Susan E. Mazer, Ph.D. Blog

Thoughts and ideas on healthcare

Hi, and welcome to my blog! I'm Susan E. Mazer -- a knowledge expert and thought leader on how the environment of care impacts the patient experience. Topics I write about include safety, satisfaction, hospital noise, nursing, care at the bedside, and much more.

Where is Nursing in the Patient Experience?

January 27, 2017

Nursing and the Patient ExperienceThis question came to me as an “ah ha” moment as I was a member of a faculty doing a retreat for oncology nurses last summer.

Basically, when I started to talk about the patient experience and HCAHPS, the nurses’ eyes glazed over and they looked confused.

They knew little to nothing about the patient experience movement, what HCAHPS is or what it does. They didn’t know why their involvement in improving the patient experience is more than what they do every day, for each patient they care for.

This led me to ask more nurses what they knew and didn’t know about the patient experience movement and HCAHPS scores, and how they felt about them.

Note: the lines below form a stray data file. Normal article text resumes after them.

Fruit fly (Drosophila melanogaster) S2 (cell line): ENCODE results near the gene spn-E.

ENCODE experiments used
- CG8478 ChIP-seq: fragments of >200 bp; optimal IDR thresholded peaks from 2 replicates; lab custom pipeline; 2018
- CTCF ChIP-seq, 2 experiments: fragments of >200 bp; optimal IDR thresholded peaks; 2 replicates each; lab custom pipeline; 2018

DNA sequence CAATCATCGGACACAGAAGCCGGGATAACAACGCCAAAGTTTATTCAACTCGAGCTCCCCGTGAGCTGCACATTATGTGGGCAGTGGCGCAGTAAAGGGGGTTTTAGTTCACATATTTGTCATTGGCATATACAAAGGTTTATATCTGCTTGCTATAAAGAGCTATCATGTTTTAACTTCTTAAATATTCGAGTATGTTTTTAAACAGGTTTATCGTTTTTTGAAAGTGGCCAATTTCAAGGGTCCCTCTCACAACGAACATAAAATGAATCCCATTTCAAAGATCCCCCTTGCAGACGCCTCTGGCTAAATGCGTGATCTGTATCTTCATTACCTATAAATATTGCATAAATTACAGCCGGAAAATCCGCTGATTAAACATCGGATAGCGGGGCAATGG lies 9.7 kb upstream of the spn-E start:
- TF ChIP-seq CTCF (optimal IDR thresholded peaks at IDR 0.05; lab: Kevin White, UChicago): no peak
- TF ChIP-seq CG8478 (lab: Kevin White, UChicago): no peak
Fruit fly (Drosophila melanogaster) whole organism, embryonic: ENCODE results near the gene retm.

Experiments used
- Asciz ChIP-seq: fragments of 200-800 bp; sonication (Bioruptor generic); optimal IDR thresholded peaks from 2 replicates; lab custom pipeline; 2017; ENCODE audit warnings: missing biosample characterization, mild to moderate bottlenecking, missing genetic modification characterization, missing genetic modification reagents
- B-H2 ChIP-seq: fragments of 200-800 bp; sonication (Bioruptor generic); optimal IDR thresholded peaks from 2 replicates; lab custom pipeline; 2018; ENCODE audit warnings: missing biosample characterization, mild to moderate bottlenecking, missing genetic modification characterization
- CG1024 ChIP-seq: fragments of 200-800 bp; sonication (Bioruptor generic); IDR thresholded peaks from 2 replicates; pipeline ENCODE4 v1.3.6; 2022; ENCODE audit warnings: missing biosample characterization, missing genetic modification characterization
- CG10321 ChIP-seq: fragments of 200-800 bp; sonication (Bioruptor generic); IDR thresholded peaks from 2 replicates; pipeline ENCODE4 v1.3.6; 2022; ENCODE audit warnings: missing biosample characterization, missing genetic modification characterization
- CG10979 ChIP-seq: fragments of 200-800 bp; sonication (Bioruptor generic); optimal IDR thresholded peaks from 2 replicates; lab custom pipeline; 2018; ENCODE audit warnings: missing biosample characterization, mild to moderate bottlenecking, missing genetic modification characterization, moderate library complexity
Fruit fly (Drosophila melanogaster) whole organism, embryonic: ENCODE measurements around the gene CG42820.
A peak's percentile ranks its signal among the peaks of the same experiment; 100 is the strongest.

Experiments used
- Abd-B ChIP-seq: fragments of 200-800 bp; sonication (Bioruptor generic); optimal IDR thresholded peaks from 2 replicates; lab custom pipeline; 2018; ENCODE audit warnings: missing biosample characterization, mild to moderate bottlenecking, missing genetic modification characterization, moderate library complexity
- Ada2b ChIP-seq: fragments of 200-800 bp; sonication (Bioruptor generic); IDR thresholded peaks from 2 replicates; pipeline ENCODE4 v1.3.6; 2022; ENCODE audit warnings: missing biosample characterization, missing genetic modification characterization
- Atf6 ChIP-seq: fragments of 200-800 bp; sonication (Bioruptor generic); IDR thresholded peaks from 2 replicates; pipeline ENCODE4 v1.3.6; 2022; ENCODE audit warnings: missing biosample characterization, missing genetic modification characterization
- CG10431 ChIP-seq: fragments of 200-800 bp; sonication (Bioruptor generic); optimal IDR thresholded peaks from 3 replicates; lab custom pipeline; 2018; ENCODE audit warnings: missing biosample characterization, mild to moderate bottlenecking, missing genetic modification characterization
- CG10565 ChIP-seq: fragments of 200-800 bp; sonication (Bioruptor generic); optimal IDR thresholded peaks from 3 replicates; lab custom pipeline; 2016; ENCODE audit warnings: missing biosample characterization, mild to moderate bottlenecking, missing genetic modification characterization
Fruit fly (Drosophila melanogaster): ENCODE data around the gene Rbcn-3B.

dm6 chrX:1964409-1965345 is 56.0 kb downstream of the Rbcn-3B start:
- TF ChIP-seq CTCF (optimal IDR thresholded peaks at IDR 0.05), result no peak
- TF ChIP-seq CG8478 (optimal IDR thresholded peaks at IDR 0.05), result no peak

Nurses Are Not on the Sidelines of the Patient Experience

As I reflected on my 30 years of working with nurses, I realized that those of us in the patient experience movement have ignored the major source of information about patients — the nurses who directly care for them. And, we have further insulted the practice of nursing by thinking that nurses were somehow on the sidelines, that their role was anything but center to the patient experience.

So, when asked by the Beryl Institute last fall to be a guest blogger, I had the perfect topic.

I look at the foundational ethos of nursing practice, beginning with Florence Nightingale to nursing theorist and scholar Dr. Jean Watson (named a “Living Legend” by the American Academy of Nursing in 2013). Here’s where you can find my two posts on where nursing is in the patient experience:

“Patient Experience Sits at the Center of Nursing,” published October 21, 2016.

“The Patient Experience as the Ethos of Nursing,” published January 27, 2017.

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